As of today, the Los Angeles Dodgers have the largest payroll in Major League Baseball. The Dodgers made the move to the top of the list overtaking the New York Yankees prior to the 2014 season. The real change in front office spending policy, however, began prior to and during the 2012 season.
That year Mark Walter, Ervin “Magic” Johnson, and Guggenheim Partners purchased the Dodgers franchise, traded for first baseman Adrian Gonzalez, and took on significant salary from the Boston Red Sox in order to finalize the deal.
From 2011 to 2016, the Dodgers payroll has gone from $118,668,615 to $259,169,496 USD. The Dodgers have more than doubled their payroll in less than six years. Dodger players, except Zack Greinke, and fans should be ecstatic for the money spent. It is mad money though. More money never guarantees much and the figures the Dodgers are spending might as well be Monopoly Money to most Americans.
Unfortunately, baseball and life are sometimes not that simple.
First, we want to know whether the Dodgers Organization financial investment into talent has led to more wins and championships.
Second, we want to know whether a focus on spending money has taken away from the personality of the game and those who play it.
On the one hand, for the first time in their illustrious history, the Dodgers have won three straight National League West Division Titles. Also, despite multiple injuries, the team is currently two games back of the San Francisco Giants.
On the other hand, the Dodgers have not made or won a World Series since 1988.
At this point, fans are looking for a curse to blame the drought on, while goats and Babe’s are taken.
MORE MONEY AND MORE SUCCESS CAN BE MUTUALLY EXCLUSIVE
To help us with the first task, an attorney colleague put together this great Team Payrolls and Wins Excel Spreadsheet. From 2011-2015, and specifically after the Frank McCourt era of ownership that ended in 2012, the Dodgers have the third most wins in MLB behind the St. Louis Cardinals and the Detroit Tigers. The New York Yankees have one less win than the Dodgers during the same period.
The Dodgers rank sixth (6th) in playoff wins during the same period with eight (8), but trailed double-digit playoff win teams: The St. Louis Cardinals (32), San Francisco Giants (23), Kansas City Royals (22), Detroit Tigers (17), Texas Rangers (12), and the Boston Red Sox (11).
Unsurprisingly, each of these teams have won or played in a World Series during the same period. Simply, more wins increases a team’s chance for championships.
From 2011-2015, the Dodgers have spent $2,273,713.06 per regular season win, on average. The Dodgers spent 62% more than every other team in the League. The New York Yankees lead the League with $2,498,137.26 per win, on average, while spending 78% more than every other team in the League.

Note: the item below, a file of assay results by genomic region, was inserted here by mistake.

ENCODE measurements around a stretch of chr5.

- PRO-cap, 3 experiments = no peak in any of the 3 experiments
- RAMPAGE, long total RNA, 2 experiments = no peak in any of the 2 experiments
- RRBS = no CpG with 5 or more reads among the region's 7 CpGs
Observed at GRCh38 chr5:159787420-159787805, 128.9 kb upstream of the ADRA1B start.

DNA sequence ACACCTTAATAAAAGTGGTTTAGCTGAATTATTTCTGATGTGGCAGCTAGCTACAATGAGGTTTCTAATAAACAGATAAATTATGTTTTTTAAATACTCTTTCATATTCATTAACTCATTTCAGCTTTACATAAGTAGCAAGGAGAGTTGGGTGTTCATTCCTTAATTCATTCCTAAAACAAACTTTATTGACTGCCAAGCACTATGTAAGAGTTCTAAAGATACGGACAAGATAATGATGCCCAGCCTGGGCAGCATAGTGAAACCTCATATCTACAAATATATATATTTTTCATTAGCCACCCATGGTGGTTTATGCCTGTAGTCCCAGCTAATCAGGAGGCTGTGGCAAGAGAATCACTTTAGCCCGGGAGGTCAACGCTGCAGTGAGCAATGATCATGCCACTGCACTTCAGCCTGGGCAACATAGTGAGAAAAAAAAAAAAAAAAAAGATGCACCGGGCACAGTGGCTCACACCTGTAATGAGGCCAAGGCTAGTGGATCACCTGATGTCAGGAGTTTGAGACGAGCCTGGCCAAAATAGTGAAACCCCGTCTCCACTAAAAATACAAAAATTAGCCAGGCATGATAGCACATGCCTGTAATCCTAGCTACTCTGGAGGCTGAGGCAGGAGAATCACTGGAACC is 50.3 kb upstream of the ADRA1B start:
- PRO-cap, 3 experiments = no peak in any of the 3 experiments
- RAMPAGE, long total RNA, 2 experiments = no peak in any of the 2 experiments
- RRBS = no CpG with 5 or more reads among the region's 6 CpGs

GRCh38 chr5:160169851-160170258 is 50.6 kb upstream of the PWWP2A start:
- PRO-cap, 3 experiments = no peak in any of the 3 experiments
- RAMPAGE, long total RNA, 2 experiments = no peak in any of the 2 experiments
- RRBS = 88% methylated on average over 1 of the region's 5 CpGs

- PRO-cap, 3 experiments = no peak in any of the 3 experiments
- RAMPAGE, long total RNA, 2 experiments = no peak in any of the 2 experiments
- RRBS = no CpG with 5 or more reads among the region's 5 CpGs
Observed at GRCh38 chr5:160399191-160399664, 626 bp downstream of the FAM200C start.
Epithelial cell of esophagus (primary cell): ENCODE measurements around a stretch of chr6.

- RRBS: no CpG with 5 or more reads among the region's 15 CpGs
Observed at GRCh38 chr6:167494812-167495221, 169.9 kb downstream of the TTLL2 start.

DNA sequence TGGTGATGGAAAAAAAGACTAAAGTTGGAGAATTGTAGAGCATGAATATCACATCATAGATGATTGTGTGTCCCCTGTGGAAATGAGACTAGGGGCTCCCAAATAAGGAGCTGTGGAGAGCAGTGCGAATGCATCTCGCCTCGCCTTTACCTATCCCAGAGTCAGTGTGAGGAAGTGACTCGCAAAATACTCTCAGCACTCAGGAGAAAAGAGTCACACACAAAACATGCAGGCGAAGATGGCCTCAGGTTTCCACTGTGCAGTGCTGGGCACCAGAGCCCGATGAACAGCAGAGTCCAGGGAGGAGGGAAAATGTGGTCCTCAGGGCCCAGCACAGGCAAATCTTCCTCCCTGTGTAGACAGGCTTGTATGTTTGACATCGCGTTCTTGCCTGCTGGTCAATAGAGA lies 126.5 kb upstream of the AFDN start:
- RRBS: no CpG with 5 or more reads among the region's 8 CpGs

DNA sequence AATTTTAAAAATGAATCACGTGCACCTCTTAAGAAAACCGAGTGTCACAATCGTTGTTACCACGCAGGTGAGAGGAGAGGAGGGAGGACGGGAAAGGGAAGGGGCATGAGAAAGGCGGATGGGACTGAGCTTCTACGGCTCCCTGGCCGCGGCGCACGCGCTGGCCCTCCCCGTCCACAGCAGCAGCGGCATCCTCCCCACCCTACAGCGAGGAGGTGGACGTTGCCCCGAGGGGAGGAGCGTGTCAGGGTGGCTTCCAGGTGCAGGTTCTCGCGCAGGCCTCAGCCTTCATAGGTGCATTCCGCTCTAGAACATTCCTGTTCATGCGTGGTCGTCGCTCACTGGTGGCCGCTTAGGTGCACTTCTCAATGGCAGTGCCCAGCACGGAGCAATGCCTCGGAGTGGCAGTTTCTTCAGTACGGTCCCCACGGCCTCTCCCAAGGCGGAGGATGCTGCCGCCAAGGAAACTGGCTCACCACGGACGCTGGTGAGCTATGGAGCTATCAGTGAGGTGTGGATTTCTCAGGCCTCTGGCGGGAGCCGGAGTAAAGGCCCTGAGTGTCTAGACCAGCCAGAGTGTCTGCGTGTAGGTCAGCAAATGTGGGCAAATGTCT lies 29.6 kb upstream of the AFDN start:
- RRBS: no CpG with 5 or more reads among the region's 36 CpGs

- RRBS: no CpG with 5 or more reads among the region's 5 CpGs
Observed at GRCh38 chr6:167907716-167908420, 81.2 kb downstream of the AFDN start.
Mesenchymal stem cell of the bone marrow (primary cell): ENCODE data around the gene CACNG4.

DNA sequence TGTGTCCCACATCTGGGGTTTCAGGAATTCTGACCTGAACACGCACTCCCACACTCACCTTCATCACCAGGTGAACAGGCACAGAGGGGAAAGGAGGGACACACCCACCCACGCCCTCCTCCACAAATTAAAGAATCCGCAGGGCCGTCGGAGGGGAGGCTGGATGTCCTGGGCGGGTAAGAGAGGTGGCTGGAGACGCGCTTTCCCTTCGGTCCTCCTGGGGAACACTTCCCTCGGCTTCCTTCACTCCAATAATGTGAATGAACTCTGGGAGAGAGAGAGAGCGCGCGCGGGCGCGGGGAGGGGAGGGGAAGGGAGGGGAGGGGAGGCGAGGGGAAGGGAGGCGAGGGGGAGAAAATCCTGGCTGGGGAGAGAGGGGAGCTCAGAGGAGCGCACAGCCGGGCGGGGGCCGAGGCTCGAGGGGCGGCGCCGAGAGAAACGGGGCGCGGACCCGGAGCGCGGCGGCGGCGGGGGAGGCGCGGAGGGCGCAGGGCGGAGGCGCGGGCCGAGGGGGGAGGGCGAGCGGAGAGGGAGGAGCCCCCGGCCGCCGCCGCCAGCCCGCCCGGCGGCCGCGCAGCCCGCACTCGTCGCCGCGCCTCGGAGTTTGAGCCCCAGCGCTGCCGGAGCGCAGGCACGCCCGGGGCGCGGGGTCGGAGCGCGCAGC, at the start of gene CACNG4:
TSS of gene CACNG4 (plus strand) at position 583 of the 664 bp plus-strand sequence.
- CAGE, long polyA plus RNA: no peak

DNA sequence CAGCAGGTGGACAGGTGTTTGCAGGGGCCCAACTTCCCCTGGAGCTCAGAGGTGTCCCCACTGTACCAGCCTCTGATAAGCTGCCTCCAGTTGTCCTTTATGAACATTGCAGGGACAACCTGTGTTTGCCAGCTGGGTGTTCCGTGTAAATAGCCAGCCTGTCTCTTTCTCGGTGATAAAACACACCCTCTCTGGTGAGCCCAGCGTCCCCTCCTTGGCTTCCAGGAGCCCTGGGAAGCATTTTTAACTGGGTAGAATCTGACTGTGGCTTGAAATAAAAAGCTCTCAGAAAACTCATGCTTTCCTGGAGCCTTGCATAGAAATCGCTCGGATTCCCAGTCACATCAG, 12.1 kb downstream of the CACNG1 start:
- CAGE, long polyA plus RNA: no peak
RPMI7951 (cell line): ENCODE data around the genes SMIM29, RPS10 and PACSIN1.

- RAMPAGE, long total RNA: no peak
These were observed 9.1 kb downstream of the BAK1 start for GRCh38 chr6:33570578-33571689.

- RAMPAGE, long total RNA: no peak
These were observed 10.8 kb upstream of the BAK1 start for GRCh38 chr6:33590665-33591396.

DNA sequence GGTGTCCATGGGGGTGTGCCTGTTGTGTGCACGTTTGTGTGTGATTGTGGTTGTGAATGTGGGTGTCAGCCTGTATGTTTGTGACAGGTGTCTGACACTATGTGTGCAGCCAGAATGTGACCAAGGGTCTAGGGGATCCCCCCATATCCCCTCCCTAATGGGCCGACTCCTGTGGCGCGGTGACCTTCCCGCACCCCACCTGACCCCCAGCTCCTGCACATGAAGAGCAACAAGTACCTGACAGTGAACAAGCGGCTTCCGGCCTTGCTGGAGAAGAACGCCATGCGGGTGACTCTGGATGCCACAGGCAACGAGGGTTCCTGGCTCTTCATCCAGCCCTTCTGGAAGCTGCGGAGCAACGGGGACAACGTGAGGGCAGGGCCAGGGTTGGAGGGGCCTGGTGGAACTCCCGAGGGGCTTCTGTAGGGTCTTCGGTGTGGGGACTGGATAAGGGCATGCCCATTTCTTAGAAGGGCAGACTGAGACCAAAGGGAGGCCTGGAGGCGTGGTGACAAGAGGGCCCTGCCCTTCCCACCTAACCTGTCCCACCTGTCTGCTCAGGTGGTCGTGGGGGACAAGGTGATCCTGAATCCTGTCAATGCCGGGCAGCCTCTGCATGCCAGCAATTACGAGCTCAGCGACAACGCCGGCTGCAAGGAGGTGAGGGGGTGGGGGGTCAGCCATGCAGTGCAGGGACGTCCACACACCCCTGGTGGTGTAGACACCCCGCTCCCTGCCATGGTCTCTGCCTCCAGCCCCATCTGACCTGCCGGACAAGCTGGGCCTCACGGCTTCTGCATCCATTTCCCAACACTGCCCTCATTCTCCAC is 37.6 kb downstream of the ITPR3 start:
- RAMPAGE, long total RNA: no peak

However, by the Dodgers passing on Zack Greinke, David Price, Johnny Cueto and many other free agents after the 2015 season, the team has gone from spending 95% more than any other team for a win to 63% in 2016.
Interesting, the Dodgers have led the League this year in players spending time on the disabled list.
#Dodgers total payroll: $258,831,190 (leads MLB). Based on players on DL this yr LA has paid $42,047,859 to injured players not contributing
— Dodgers Nation (@DodgersNation) August 1, 2016
By the way, starting pitcher Bud Norris was injured Sunday after throwing 13 pitches as Bill Shaikin of the Los Angeles Times reported,
“The Dodgers have used 12 starters already this season. They used [all of] 16 last season, the most in the majors.”
Do you think the Dodgers depth built by Andrew Friedman and company has helped the team much this year? We suppose you could make the argument that if Friedman signed more top-tier free agents so many players would not be spending time on the disabled list as opposed to the field. That would be an unfair argument, however, considering injury is not directly correlated to money spent. Injuries can be freak and can change an at bat, a game, a season, and even a career.
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Not all is lost for the Dodgers and other high-spending teams. When we break the numbers down by playoff wins, the Dodgers are in the middle of the pack at $129,033,216 per team playoff win, on average. This number is lower for the Dodgers and similar playoff contending teams because (1) the game sample size is smaller, and (2) the more playoff games you play in the larger your team payroll can be divided.